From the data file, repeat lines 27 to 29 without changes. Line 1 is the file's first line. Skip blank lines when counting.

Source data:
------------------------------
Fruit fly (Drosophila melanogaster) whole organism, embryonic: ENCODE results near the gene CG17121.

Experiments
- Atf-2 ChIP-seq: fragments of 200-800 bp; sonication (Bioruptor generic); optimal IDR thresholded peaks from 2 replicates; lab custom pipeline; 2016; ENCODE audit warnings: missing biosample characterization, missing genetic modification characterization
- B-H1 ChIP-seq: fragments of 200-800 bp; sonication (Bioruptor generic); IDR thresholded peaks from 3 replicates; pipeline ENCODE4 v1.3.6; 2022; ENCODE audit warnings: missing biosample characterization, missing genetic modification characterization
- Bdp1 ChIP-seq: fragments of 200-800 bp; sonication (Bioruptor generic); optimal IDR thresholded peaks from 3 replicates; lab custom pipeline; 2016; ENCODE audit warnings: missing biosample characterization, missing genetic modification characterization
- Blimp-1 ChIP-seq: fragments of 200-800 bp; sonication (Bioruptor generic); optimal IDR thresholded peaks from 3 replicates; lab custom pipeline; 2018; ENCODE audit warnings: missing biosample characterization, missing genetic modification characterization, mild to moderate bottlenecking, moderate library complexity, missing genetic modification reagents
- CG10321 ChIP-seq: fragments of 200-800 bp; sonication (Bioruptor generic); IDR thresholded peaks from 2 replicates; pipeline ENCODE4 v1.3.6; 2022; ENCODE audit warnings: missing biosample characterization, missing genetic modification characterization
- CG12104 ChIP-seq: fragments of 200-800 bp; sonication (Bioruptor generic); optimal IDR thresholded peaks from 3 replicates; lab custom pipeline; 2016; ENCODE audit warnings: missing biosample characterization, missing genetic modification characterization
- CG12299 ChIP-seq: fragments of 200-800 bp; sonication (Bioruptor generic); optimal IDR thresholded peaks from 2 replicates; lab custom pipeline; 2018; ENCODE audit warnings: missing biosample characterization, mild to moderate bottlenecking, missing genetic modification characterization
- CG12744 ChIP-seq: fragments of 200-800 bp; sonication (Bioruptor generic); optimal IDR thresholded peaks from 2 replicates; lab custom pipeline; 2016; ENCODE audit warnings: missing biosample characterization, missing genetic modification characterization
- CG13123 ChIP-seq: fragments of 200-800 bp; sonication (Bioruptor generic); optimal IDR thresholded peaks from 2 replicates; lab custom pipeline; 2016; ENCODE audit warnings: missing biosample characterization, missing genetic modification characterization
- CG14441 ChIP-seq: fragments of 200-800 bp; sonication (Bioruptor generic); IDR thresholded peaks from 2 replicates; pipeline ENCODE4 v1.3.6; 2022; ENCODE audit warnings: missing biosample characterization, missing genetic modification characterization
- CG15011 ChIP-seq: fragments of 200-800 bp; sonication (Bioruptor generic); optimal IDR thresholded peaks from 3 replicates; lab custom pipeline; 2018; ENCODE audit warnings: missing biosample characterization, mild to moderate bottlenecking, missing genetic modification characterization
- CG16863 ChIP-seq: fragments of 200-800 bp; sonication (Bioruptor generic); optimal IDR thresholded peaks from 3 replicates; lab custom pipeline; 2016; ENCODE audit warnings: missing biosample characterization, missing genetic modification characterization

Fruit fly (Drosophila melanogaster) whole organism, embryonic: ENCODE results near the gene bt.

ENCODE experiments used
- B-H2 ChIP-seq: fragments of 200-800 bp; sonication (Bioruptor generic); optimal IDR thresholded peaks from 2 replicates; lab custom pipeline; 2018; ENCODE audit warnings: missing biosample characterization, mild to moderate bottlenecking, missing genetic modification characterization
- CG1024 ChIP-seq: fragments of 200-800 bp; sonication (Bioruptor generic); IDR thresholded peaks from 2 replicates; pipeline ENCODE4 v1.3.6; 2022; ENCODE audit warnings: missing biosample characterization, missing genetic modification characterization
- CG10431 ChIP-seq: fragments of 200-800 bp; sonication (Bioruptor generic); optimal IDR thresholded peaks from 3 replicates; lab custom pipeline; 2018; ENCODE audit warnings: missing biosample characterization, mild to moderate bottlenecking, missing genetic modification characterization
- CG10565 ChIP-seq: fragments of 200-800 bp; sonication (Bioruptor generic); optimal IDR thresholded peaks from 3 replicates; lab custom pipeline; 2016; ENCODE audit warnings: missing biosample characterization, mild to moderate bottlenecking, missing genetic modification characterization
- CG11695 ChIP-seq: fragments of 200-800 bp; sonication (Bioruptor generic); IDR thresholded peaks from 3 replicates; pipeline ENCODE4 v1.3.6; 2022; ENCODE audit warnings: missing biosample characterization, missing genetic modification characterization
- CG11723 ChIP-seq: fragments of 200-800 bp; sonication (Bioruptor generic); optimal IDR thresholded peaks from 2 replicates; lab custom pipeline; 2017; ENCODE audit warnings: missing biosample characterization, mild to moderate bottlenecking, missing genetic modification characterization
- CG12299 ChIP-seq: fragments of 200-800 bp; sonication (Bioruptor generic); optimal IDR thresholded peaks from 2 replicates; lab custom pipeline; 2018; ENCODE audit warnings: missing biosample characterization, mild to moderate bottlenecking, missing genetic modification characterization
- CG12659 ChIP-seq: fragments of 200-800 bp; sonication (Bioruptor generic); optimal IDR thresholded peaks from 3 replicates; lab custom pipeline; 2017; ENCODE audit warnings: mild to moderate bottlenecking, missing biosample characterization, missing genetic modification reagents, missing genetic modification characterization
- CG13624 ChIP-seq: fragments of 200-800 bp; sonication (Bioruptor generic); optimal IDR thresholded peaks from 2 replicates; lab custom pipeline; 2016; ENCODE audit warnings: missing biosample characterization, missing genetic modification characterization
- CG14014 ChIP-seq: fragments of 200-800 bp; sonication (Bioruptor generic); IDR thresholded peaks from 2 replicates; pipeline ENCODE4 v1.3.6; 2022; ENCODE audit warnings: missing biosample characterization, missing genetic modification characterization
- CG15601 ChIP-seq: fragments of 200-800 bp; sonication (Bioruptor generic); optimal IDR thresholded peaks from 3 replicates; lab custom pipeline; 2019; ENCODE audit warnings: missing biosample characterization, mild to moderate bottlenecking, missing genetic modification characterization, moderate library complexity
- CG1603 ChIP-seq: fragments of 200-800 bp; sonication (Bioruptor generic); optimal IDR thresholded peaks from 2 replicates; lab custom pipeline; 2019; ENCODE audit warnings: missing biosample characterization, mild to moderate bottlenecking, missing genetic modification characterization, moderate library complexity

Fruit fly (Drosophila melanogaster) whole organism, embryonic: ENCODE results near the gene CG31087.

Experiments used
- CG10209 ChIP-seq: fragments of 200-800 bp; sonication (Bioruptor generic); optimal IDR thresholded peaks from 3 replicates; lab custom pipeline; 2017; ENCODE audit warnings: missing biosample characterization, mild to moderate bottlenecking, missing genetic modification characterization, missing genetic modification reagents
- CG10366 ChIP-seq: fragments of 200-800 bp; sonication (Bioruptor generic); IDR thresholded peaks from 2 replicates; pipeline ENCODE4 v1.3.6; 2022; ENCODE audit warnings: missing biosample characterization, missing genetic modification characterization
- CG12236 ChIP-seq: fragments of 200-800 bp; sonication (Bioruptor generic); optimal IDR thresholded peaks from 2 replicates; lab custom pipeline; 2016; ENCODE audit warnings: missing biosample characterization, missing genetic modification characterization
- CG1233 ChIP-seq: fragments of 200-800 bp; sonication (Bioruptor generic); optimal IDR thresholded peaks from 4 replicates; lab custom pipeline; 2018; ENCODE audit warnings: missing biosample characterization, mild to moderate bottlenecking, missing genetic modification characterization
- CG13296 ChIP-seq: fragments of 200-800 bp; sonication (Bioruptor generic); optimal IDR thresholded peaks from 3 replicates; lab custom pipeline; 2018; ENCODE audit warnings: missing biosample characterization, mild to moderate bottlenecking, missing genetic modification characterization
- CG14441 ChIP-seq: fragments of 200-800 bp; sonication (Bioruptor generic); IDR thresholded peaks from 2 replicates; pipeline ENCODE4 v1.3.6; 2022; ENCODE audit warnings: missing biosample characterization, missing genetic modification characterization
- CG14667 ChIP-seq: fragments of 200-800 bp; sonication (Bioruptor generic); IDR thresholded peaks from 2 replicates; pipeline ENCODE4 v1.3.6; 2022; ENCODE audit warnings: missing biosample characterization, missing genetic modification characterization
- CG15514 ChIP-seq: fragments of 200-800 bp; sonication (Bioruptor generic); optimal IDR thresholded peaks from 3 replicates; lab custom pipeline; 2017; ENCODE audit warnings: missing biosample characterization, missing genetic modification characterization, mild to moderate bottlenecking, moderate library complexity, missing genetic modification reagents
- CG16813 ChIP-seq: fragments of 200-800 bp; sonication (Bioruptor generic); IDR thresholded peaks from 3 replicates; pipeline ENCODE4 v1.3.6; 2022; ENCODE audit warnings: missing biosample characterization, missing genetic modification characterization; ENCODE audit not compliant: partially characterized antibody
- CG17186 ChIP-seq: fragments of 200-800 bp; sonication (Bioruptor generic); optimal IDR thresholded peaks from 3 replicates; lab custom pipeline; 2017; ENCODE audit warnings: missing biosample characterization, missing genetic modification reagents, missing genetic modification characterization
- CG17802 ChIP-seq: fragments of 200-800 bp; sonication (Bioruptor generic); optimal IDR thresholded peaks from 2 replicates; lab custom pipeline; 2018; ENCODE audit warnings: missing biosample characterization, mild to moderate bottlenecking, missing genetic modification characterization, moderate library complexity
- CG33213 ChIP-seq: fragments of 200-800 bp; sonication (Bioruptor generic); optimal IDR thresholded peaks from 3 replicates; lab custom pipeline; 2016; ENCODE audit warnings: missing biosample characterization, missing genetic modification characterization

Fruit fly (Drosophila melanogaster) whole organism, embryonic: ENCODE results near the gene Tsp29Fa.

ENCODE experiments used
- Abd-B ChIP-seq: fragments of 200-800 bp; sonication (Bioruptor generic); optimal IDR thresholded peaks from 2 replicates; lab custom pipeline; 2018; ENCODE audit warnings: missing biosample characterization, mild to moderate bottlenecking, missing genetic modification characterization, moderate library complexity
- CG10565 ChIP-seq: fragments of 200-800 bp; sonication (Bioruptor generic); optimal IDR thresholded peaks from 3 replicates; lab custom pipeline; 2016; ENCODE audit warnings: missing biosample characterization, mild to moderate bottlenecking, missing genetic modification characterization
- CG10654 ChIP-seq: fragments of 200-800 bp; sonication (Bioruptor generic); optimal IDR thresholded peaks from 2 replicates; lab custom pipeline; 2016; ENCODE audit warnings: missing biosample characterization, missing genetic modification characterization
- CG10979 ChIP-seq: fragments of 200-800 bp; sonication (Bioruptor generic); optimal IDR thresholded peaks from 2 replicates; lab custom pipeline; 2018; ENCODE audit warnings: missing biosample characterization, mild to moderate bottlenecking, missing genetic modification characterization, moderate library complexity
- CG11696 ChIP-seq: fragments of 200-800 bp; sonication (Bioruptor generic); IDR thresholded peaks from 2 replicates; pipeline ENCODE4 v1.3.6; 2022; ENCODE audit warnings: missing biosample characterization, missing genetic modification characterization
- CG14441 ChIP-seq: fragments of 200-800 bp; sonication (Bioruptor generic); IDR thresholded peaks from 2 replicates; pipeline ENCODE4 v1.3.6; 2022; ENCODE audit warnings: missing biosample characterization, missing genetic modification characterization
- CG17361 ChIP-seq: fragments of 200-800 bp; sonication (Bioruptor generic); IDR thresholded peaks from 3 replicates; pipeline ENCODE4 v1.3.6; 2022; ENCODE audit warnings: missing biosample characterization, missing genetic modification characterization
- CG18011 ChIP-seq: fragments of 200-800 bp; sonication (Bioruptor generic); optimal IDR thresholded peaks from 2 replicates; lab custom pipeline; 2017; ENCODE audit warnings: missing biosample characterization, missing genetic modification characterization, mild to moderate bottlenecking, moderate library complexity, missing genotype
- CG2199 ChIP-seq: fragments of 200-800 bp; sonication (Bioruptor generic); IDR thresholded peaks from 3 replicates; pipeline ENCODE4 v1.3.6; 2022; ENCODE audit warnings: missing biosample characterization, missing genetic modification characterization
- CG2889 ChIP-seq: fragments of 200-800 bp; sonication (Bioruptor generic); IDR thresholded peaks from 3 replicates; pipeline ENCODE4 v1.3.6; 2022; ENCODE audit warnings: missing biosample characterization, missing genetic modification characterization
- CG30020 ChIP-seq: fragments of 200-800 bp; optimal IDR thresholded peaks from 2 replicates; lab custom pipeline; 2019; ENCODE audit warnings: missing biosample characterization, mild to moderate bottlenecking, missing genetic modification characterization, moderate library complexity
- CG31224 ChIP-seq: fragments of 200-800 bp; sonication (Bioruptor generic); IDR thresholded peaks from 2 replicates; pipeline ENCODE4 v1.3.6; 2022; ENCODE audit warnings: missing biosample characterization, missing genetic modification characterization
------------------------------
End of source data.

- CG15601 ChIP-seq: fragments of 200-800 bp; sonication (Bioruptor generic); optimal IDR thresholded peaks from 3 replicates; lab custom pipeline; 2019; ENCODE audit warnings: missing biosample characterization, mild to moderate bottlenecking, missing genetic modification characterization, moderate library complexity
- CG1603 ChIP-seq: fragments of 200-800 bp; sonication (Bioruptor generic); optimal IDR thresholded peaks from 2 replicates; lab custom pipeline; 2019; ENCODE audit warnings: missing biosample characterization, mild to moderate bottlenecking, missing genetic modification characterization, moderate library complexity

Fruit fly (Drosophila melanogaster) whole organism, embryonic: ENCODE results near the gene CG31087.